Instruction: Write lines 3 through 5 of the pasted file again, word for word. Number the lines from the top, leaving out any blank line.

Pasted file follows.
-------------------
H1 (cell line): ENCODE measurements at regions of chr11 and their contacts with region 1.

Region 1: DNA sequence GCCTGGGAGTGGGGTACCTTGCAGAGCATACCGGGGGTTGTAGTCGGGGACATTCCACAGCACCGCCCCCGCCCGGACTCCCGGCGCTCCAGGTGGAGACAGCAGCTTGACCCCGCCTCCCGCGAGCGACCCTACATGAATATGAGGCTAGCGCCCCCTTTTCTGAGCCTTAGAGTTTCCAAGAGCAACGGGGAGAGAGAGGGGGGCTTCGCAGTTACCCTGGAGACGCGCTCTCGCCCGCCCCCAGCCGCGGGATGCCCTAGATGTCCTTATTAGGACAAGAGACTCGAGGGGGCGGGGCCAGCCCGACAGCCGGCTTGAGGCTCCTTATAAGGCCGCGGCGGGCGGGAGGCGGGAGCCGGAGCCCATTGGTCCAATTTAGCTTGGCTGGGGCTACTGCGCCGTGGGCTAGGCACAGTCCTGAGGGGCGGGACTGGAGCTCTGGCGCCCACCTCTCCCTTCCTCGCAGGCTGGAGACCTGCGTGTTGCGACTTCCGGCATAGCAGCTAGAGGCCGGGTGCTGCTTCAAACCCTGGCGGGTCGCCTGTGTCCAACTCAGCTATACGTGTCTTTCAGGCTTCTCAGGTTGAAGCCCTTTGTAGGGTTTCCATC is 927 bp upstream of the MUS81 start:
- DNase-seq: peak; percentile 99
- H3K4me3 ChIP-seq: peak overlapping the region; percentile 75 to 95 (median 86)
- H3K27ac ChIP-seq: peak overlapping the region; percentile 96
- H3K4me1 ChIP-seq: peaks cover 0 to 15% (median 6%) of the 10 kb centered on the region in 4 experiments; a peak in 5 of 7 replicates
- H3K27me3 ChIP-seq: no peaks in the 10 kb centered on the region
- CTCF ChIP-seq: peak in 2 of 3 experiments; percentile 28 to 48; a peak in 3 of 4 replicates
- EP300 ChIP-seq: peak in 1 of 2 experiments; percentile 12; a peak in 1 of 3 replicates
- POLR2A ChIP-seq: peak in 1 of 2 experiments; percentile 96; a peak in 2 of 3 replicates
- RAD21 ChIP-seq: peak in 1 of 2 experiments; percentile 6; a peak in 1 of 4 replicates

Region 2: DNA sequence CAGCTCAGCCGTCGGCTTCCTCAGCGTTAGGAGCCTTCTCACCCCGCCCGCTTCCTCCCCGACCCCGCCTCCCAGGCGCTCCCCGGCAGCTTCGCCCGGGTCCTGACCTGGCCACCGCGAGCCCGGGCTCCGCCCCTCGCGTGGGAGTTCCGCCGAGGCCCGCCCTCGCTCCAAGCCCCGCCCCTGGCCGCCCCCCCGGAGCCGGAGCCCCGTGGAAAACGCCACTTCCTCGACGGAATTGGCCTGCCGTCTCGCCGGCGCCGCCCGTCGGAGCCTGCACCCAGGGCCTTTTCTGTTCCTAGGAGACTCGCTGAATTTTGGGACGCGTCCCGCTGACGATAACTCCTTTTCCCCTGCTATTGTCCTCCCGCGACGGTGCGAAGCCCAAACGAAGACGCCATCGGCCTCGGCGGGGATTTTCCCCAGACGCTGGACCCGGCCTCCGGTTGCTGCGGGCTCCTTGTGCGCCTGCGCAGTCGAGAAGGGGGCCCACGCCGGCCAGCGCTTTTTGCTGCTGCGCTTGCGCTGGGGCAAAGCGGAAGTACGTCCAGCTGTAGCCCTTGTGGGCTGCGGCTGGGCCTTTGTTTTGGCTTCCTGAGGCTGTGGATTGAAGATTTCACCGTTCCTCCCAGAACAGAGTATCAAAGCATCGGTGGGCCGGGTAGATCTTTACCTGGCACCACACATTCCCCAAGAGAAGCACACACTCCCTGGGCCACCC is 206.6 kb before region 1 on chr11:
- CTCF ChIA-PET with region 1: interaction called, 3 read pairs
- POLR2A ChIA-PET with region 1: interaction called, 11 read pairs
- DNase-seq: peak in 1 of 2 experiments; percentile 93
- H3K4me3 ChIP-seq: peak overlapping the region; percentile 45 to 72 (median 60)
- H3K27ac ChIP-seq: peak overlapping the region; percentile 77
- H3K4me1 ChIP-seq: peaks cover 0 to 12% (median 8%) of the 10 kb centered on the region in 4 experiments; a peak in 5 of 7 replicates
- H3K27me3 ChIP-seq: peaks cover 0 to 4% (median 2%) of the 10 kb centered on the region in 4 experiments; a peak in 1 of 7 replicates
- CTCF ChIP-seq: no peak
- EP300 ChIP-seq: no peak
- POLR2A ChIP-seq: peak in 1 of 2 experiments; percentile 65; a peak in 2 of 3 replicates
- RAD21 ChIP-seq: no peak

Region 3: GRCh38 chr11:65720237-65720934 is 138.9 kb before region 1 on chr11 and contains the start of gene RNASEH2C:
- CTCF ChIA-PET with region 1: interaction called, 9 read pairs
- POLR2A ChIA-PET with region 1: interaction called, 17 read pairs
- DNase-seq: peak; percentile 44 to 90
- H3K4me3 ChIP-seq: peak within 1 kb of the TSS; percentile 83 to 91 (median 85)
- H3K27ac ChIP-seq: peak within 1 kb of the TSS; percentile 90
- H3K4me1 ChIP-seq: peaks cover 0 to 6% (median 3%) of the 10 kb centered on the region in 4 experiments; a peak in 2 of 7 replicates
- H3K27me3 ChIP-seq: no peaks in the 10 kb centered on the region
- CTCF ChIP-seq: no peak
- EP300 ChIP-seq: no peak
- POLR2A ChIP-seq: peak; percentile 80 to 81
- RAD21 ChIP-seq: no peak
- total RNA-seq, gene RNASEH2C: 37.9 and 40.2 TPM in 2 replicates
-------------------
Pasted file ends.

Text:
- DNase-seq: peak; percentile 99
- H3K4me3 ChIP-seq: peak overlapping the region; percentile 75 to 95 (median 86)
- H3K27ac ChIP-seq: peak overlapping the region; percentile 96